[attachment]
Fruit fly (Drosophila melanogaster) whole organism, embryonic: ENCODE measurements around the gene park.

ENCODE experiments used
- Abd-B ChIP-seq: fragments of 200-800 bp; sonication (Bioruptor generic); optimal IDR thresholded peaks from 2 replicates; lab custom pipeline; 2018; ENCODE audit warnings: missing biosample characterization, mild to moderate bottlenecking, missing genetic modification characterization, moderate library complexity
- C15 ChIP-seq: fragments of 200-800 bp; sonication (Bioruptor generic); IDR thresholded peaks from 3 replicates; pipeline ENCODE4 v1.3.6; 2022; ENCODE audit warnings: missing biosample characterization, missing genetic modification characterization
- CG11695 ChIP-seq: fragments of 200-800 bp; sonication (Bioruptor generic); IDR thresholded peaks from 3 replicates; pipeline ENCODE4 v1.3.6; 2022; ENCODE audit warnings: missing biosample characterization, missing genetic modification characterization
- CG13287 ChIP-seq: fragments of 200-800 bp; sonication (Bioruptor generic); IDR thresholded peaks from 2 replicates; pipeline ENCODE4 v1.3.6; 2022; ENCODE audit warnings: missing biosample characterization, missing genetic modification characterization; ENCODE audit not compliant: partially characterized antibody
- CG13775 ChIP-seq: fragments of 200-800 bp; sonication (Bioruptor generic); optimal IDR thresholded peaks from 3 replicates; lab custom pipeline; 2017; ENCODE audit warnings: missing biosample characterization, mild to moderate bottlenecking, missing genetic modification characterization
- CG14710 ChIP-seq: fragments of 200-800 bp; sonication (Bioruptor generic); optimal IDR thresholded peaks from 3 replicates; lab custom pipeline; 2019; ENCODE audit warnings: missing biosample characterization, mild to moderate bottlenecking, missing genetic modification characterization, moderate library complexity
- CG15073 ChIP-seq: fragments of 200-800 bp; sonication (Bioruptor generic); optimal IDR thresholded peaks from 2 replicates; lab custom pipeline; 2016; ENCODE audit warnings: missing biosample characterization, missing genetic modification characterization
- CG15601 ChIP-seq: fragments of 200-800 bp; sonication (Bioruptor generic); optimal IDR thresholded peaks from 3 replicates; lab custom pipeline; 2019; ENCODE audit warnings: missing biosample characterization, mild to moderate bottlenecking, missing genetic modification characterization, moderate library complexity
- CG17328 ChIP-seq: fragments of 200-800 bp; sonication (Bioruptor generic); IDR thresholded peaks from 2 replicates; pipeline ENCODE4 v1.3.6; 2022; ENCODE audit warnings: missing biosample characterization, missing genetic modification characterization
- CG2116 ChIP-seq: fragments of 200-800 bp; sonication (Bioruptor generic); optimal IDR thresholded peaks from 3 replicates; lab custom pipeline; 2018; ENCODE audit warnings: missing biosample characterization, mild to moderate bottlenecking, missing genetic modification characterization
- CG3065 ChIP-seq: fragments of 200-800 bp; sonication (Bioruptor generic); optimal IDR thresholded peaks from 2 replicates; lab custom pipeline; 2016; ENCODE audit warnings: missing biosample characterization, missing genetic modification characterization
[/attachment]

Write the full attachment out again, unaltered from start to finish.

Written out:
Fruit fly (Drosophila melanogaster) whole organism, embryonic: ENCODE measurements around the gene park.

ENCODE experiments used
- Abd-B ChIP-seq: fragments of 200-800 bp; sonication (Bioruptor generic); optimal IDR thresholded peaks from 2 replicates; lab custom pipeline; 2018; ENCODE audit warnings: missing biosample characterization, mild to moderate bottlenecking, missing genetic modification characterization, moderate library complexity
- C15 ChIP-seq: fragments of 200-800 bp; sonication (Bioruptor generic); IDR thresholded peaks from 3 replicates; pipeline ENCODE4 v1.3.6; 2022; ENCODE audit warnings: missing biosample characterization, missing genetic modification characterization
- CG11695 ChIP-seq: fragments of 200-800 bp; sonication (Bioruptor generic); IDR thresholded peaks from 3 replicates; pipeline ENCODE4 v1.3.6; 2022; ENCODE audit warnings: missing biosample characterization, missing genetic modification characterization
- CG13287 ChIP-seq: fragments of 200-800 bp; sonication (Bioruptor generic); IDR thresholded peaks from 2 replicates; pipeline ENCODE4 v1.3.6; 2022; ENCODE audit warnings: missing biosample characterization, missing genetic modification characterization; ENCODE audit not compliant: partially characterized antibody
- CG13775 ChIP-seq: fragments of 200-800 bp; sonication (Bioruptor generic); optimal IDR thresholded peaks from 3 replicates; lab custom pipeline; 2017; ENCODE audit warnings: missing biosample characterization, mild to moderate bottlenecking, missing genetic modification characterization
- CG14710 ChIP-seq: fragments of 200-800 bp; sonication (Bioruptor generic); optimal IDR thresholded peaks from 3 replicates; lab custom pipeline; 2019; ENCODE audit warnings: missing biosample characterization, mild to moderate bottlenecking, missing genetic modification characterization, moderate library complexity
- CG15073 ChIP-seq: fragments of 200-800 bp; sonication (Bioruptor generic); optimal IDR thresholded peaks from 2 replicates; lab custom pipeline; 2016; ENCODE audit warnings: missing biosample characterization, missing genetic modification characterization
- CG15601 ChIP-seq: fragments of 200-800 bp; sonication (Bioruptor generic); optimal IDR thresholded peaks from 3 replicates; lab custom pipeline; 2019; ENCODE audit warnings: missing biosample characterization, mild to moderate bottlenecking, missing genetic modification characterization, moderate library complexity
- CG17328 ChIP-seq: fragments of 200-800 bp; sonication (Bioruptor generic); IDR thresholded peaks from 2 replicates; pipeline ENCODE4 v1.3.6; 2022; ENCODE audit warnings: missing biosample characterization, missing genetic modification characterization
- CG2116 ChIP-seq: fragments of 200-800 bp; sonication (Bioruptor generic); optimal IDR thresholded peaks from 3 replicates; lab custom pipeline; 2018; ENCODE audit warnings: missing biosample characterization, mild to moderate bottlenecking, missing genetic modification characterization
- CG3065 ChIP-seq: fragments of 200-800 bp; sonication (Bioruptor generic); optimal IDR thresholded peaks from 2 replicates; lab custom pipeline; 2016; ENCODE audit warnings: missing biosample characterization, missing genetic modification characterization